The true believers among us will nod along and send more money. But to everyone else, this message is, well…meh. The antis easily turn this around by saying that the NRA really exists to bolster the sales firearms manufacturers and employ fear, misinformation, and doubt stop the country from enacting “common-sense gun safety laws that might end the daily carnage.”

What if the NRA argued from the why?

We are the NRA, we believe in the fundamental right of empowered Americans to own firearms for the effective protection of themselves, their families, and their communities. We believe in the safe and disciplined use of firearms by all citizens who are not criminals or deemed mentally unfit. We do this by offering safety courses, marksmanship training, sponsoring competitions, seling insurance, and advocating for your rights in congress and in the court system. Join us in the preservation of our traditions and freedoms .

What do you think of that message?

My argument is that we should be focusing on the fundamental truth that an armed and disciplined citizenry is something to be admired precisely because it promotes a civilized society. We should advocate that we believe in the goodness of people (left, right, red, blue, and purple), and we want to make sure that they always have the tools to look out for themselves and their communities.

We should be arguing that the core belief of the anti-gunners is that fellow citizens cannot be trusted, and should therefore be relieved of those rights that could be a danger to themselves and others- rights that will still be retained by their intellectual, economic, and social betters (i.e. an oligarchy).

We should point out that it does not matter what shape a grip is, or how large the magazine is- if a person cannot be trusted with a firearm, then they should not be trusted with a weapon of any kind (including gasoline, fireworks, or pressure cookers).

We need to say that we believe in the rights of individuals to choose their own path, without being coerced or forced, but that we hope that they realize we are all stronger as a community than we are as individuals.

For most of human history, the ability of the common man to legally wield arms was a sure sign of freedom. Consider the Romans, who gifted a wooden sword (or spear) to freed slaves as a symbol of that freedom. Armed individuals cannot be forced or coerced to the will of others, they have a choice to comply of their own free will, or to fight. A government that seeks to remove the right of the people to bear arms is effectively signaling that it no longer trusts the people to make the “right” choice (reference the British trying to disarm the colonists, leading to the battles of Lexington & Concord). This is exactly the core of the anti-gun argument: people are not trustworthy. If we call them out for their cynicism and misanthropy for what it is, while highlighting our belief in giving people choices, we stand a better chance.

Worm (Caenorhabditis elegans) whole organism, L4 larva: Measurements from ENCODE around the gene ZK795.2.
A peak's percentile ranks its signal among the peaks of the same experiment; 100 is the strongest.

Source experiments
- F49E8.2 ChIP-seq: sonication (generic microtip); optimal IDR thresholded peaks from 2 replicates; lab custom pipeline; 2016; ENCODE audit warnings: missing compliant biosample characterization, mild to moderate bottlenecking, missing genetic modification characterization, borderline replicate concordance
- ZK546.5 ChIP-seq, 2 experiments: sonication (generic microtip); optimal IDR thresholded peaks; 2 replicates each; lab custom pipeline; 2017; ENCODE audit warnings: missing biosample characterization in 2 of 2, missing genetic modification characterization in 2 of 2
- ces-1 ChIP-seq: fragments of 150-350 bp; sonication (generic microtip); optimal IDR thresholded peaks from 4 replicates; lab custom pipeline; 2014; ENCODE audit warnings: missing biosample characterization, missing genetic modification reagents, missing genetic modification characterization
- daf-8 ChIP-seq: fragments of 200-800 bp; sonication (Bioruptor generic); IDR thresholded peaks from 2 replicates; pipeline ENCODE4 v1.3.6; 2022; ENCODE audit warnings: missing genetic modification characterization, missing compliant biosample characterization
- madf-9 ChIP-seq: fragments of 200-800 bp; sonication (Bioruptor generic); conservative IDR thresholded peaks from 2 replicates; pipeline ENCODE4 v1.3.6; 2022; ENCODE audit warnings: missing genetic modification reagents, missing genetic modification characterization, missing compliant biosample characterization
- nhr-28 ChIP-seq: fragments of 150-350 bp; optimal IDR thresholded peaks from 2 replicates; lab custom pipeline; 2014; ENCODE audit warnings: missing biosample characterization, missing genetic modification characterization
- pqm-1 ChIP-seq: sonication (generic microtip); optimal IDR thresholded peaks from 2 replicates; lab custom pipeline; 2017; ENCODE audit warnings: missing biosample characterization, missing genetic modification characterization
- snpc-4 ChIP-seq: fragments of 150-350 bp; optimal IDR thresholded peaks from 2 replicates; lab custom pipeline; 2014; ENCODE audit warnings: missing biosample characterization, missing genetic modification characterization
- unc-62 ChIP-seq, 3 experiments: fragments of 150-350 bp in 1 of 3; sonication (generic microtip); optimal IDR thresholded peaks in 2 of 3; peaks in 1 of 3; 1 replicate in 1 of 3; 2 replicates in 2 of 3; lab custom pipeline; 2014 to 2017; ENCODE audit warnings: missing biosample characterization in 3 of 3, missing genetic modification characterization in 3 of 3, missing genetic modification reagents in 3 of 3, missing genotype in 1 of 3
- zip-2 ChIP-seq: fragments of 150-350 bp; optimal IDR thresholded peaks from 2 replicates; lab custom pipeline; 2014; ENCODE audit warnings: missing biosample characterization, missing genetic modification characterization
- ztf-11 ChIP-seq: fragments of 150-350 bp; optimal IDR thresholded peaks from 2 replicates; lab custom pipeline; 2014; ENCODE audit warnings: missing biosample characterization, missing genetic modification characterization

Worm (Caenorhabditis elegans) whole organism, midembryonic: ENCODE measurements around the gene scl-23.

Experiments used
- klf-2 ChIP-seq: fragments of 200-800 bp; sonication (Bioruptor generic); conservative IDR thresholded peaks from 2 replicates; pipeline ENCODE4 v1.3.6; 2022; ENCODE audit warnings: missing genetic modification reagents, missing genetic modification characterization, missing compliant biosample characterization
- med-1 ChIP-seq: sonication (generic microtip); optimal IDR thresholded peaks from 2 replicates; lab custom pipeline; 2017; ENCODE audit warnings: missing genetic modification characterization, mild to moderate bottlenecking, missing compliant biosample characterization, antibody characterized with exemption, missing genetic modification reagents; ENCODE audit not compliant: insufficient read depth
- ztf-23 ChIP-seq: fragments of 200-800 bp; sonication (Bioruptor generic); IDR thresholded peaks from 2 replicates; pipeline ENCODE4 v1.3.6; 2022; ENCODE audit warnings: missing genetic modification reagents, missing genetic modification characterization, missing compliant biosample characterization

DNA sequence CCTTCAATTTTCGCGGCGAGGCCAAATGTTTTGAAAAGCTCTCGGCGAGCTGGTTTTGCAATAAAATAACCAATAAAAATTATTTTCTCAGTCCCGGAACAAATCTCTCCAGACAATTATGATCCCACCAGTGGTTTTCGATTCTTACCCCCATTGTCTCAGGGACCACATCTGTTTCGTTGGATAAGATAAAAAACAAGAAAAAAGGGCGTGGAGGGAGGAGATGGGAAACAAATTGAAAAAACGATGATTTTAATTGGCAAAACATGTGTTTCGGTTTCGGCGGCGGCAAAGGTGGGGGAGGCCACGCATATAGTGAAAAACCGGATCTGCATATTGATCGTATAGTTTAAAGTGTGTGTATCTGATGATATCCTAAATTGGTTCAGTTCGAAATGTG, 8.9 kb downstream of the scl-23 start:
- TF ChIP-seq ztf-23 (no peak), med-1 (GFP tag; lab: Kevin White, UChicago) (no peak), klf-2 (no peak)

Our message is one of freedom, personal responsibility, and civic mindedness. We believe in the fundamental right of citizens to bear arms for the defense of themselves, their families, and their communities. We believe in the myriad of activities that follow such a freedom, including hunting and competition. We believe in the goodness of our neighbors, and we trust them to exercise the same rights responsibly. We strive to connect others with their rights. We shun those who act irresponsibly. We grieve for the loss of life that sometimes follows, but we recognize that such events are rare and can be overcome without the wholesale sacrificing of our rights. That is my message.

Always remember that you will rarely change the mind of someone you are arguing with. They have made up their mind, and are probably arguing from a place of tribal loyalty. In their eyes, you will never be right (and you are probably evil). The people we care about are the fence-sitters that are reading the discussion and weighing the pros and cons of each argument. These are the people we want to win, and we will do it with effective messaging and a friendly offer to take them to the range some time if they ever want to learn what all the hoopla is about.



3 thoughts on “A Matter of Messaging: A New Tactic for the Gun Control Debate”

  1. “This is exactly the core of the anti-gun argument: people are not trustworthy.”
    Add, “But the government is.”
    There you have it.